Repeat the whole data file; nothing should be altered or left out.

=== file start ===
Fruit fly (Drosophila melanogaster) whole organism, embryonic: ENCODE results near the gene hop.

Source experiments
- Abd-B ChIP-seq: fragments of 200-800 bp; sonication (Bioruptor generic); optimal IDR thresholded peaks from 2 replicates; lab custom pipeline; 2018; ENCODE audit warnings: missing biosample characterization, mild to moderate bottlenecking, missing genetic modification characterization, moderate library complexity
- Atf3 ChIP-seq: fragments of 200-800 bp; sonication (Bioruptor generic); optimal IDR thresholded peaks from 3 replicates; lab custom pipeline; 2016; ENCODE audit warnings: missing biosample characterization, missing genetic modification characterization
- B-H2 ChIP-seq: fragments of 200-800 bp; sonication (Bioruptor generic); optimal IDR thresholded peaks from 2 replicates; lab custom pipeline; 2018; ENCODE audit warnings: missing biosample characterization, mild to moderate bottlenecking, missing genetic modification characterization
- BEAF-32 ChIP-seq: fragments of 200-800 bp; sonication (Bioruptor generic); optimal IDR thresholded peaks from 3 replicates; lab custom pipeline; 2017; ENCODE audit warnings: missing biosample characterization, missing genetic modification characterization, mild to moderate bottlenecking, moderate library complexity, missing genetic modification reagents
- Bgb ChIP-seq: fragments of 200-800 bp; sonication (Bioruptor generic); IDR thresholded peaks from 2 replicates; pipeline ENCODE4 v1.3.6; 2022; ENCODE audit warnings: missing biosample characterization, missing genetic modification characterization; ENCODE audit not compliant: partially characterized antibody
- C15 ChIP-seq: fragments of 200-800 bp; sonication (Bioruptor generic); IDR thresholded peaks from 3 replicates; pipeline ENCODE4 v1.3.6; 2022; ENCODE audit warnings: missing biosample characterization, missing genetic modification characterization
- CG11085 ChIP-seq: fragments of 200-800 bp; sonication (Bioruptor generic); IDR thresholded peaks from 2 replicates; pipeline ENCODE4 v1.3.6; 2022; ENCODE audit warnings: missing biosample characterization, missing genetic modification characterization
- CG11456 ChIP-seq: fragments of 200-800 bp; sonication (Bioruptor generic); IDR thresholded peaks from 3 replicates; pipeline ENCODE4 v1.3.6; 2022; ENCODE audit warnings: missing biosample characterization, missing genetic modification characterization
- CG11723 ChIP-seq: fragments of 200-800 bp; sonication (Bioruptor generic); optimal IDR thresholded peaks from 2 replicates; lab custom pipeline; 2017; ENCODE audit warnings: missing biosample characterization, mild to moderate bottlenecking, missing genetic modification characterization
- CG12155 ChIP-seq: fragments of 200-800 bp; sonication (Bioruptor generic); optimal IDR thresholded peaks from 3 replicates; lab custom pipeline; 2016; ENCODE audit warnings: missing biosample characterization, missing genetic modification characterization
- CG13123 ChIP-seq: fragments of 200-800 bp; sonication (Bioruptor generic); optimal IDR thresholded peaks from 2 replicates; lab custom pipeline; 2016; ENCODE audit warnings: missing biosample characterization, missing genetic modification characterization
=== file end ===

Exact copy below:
Fruit fly (Drosophila melanogaster) whole organism, embryonic: ENCODE results near the gene hop.

Source experiments
- Abd-B ChIP-seq: fragments of 200-800 bp; sonication (Bioruptor generic); optimal IDR thresholded peaks from 2 replicates; lab custom pipeline; 2018; ENCODE audit warnings: missing biosample characterization, mild to moderate bottlenecking, missing genetic modification characterization, moderate library complexity
- Atf3 ChIP-seq: fragments of 200-800 bp; sonication (Bioruptor generic); optimal IDR thresholded peaks from 3 replicates; lab custom pipeline; 2016; ENCODE audit warnings: missing biosample characterization, missing genetic modification characterization
- B-H2 ChIP-seq: fragments of 200-800 bp; sonication (Bioruptor generic); optimal IDR thresholded peaks from 2 replicates; lab custom pipeline; 2018; ENCODE audit warnings: missing biosample characterization, mild to moderate bottlenecking, missing genetic modification characterization
- BEAF-32 ChIP-seq: fragments of 200-800 bp; sonication (Bioruptor generic); optimal IDR thresholded peaks from 3 replicates; lab custom pipeline; 2017; ENCODE audit warnings: missing biosample characterization, missing genetic modification characterization, mild to moderate bottlenecking, moderate library complexity, missing genetic modification reagents
- Bgb ChIP-seq: fragments of 200-800 bp; sonication (Bioruptor generic); IDR thresholded peaks from 2 replicates; pipeline ENCODE4 v1.3.6; 2022; ENCODE audit warnings: missing biosample characterization, missing genetic modification characterization; ENCODE audit not compliant: partially characterized antibody
- C15 ChIP-seq: fragments of 200-800 bp; sonication (Bioruptor generic); IDR thresholded peaks from 3 replicates; pipeline ENCODE4 v1.3.6; 2022; ENCODE audit warnings: missing biosample characterization, missing genetic modification characterization
- CG11085 ChIP-seq: fragments of 200-800 bp; sonication (Bioruptor generic); IDR thresholded peaks from 2 replicates; pipeline ENCODE4 v1.3.6; 2022; ENCODE audit warnings: missing biosample characterization, missing genetic modification characterization
- CG11456 ChIP-seq: fragments of 200-800 bp; sonication (Bioruptor generic); IDR thresholded peaks from 3 replicates; pipeline ENCODE4 v1.3.6; 2022; ENCODE audit warnings: missing biosample characterization, missing genetic modification characterization
- CG11723 ChIP-seq: fragments of 200-800 bp; sonication (Bioruptor generic); optimal IDR thresholded peaks from 2 replicates; lab custom pipeline; 2017; ENCODE audit warnings: missing biosample characterization, mild to moderate bottlenecking, missing genetic modification characterization
- CG12155 ChIP-seq: fragments of 200-800 bp; sonication (Bioruptor generic); optimal IDR thresholded peaks from 3 replicates; lab custom pipeline; 2016; ENCODE audit warnings: missing biosample characterization, missing genetic modification characterization
- CG13123 ChIP-seq: fragments of 200-800 bp; sonication (Bioruptor generic); optimal IDR thresholded peaks from 2 replicates; lab custom pipeline; 2016; ENCODE audit warnings: missing biosample characterization, missing genetic modification characterization